Professional sounding recordings with the AKG Perception P5S
When we consider the AKG P5S’s price range, it’s difficult to imagine that it’d be competing with the industry standard. The best part is that this microphone can do MUCH more than advertised.
AKG has designed the P5S for “live” vocals, but it works great with guitar cabinets and drum kits.
That’s right, this microphone sounds great on snare drums and toms as it isolates them a lot better than the Shure SM57. Think about it… Using a super-cardioid polar pattern is bound to result in less “microphone bleed”.
The fact that it has a frequency response of 40 – 20,000 Hz explains why it sounds good on all these instruments. The Shure SM58 has a frequency response of 50 – 15,000 Hz in comparison.
AKG has even plated the P5S’s XLR connector using 24-carat gold, which is not typical of any “low-end” microphone.
And although dynamic microphones (this one included) tend to produce more “self-noise” than condenser microphones… It will be less of an issue.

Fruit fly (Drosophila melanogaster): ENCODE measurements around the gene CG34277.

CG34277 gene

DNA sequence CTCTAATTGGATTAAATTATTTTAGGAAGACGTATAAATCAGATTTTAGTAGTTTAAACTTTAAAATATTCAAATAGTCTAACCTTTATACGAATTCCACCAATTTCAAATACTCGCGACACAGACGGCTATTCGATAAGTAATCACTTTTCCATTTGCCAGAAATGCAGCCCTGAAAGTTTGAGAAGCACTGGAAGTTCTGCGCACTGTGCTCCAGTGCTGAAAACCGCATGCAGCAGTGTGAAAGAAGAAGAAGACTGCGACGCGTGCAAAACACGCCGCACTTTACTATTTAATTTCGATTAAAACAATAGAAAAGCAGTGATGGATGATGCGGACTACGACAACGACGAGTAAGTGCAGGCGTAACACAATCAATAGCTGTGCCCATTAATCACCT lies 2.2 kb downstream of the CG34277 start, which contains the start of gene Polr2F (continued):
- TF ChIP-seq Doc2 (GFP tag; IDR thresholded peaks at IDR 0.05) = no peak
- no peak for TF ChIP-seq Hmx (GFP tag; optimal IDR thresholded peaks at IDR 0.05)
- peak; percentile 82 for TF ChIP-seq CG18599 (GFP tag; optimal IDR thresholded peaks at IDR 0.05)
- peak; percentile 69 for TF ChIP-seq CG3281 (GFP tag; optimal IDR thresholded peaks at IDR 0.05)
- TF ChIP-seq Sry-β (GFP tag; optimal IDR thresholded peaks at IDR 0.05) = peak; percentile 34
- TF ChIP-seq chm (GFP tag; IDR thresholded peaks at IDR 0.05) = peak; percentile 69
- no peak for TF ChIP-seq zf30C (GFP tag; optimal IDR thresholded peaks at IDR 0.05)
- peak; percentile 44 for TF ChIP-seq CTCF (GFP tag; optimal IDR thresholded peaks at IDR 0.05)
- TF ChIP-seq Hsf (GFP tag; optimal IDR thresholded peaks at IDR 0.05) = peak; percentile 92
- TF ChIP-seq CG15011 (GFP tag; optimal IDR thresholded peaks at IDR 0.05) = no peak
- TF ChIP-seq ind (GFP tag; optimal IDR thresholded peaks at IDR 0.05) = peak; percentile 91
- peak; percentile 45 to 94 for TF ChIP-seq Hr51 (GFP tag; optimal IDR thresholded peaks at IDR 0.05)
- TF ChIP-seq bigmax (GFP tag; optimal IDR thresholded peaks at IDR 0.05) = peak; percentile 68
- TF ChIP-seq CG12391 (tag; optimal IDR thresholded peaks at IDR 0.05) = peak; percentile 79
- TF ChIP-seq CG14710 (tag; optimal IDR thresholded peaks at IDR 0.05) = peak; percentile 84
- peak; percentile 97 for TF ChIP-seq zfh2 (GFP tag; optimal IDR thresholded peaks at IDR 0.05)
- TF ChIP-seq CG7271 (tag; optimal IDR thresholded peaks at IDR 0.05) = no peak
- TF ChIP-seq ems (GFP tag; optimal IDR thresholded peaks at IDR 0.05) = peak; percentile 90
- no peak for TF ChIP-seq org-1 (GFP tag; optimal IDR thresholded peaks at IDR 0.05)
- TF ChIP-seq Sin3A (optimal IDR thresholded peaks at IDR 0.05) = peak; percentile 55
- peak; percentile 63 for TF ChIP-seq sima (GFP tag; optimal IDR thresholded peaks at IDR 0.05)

Why? The AKG P5S has a “hotter” output than most dynamic microphones, but you’ll obtain a better signal-to-noise-ratio.
You could improve it even more by using an inline microphone preamp.
The best microphone for both studio and live recording
Did you know that the AKG P5 S includes an internal windscreen? This is really useful for an outdoor performance on a windy day.
In the recording studio, it even replaces the need for a pop-filter.
And to be honest, I’ve taken this microphone out on field recordings and it performed incredibly well. The Zoom H4n Pro’s integrated microphones are quite sensitive to wind, so the P5S was my solution.